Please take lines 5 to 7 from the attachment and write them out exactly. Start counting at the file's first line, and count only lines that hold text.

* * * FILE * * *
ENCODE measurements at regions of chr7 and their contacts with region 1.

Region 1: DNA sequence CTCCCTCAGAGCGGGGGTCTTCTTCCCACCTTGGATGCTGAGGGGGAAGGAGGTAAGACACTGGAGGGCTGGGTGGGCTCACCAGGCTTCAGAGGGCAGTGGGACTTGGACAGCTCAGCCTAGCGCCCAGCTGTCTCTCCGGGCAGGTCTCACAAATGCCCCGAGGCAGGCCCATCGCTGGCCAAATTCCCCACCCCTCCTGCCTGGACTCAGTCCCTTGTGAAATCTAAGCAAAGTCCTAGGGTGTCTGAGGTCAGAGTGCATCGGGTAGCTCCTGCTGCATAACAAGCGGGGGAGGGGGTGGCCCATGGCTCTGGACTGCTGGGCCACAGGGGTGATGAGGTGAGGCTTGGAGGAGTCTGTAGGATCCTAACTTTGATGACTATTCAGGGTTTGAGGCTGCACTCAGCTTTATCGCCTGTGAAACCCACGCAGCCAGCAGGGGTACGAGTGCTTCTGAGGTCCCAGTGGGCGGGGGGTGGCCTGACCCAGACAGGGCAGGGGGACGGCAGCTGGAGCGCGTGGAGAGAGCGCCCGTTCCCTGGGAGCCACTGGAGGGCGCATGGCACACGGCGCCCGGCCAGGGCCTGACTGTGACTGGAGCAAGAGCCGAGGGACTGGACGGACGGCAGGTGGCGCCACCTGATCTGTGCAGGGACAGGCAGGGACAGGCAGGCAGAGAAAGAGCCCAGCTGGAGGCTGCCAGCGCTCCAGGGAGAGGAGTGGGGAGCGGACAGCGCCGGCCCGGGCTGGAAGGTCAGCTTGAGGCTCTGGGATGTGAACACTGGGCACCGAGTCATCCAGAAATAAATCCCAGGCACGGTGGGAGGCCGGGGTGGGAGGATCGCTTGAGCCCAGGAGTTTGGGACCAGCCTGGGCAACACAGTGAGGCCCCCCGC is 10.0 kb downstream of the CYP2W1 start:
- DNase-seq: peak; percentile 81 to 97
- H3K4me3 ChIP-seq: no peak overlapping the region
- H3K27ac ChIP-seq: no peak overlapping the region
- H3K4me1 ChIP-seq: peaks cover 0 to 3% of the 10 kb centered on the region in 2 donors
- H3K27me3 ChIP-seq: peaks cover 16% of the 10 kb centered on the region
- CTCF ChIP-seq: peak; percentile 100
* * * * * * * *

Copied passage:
- H3K27ac ChIP-seq: no peak overlapping the region
- H3K4me1 ChIP-seq: peaks cover 0 to 3% of the 10 kb centered on the region in 2 donors
- H3K27me3 ChIP-seq: peaks cover 16% of the 10 kb centered on the region